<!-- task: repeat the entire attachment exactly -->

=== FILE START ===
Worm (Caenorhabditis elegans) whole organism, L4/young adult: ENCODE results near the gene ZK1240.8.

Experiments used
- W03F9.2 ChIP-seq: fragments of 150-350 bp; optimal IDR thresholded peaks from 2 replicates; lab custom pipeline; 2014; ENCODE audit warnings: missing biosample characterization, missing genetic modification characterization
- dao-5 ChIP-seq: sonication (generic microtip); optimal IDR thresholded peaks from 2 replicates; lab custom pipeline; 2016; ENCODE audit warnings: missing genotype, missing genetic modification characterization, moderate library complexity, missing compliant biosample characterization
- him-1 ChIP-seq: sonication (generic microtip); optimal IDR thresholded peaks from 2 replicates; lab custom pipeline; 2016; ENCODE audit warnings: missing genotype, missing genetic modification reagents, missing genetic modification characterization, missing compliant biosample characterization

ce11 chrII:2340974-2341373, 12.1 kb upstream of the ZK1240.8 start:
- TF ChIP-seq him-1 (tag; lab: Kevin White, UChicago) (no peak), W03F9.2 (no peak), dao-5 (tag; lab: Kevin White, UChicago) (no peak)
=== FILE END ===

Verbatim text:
Worm (Caenorhabditis elegans) whole organism, L4/young adult: ENCODE results near the gene ZK1240.8.

Experiments used
- W03F9.2 ChIP-seq: fragments of 150-350 bp; optimal IDR thresholded peaks from 2 replicates; lab custom pipeline; 2014; ENCODE audit warnings: missing biosample characterization, missing genetic modification characterization
- dao-5 ChIP-seq: sonication (generic microtip); optimal IDR thresholded peaks from 2 replicates; lab custom pipeline; 2016; ENCODE audit warnings: missing genotype, missing genetic modification characterization, moderate library complexity, missing compliant biosample characterization
- him-1 ChIP-seq: sonication (generic microtip); optimal IDR thresholded peaks from 2 replicates; lab custom pipeline; 2016; ENCODE audit warnings: missing genotype, missing genetic modification reagents, missing genetic modification characterization, missing compliant biosample characterization

ce11 chrII:2340974-2341373, 12.1 kb upstream of the ZK1240.8 start:
- TF ChIP-seq him-1 (tag; lab: Kevin White, UChicago) (no peak), W03F9.2 (no peak), dao-5 (tag; lab: Kevin White, UChicago) (no peak)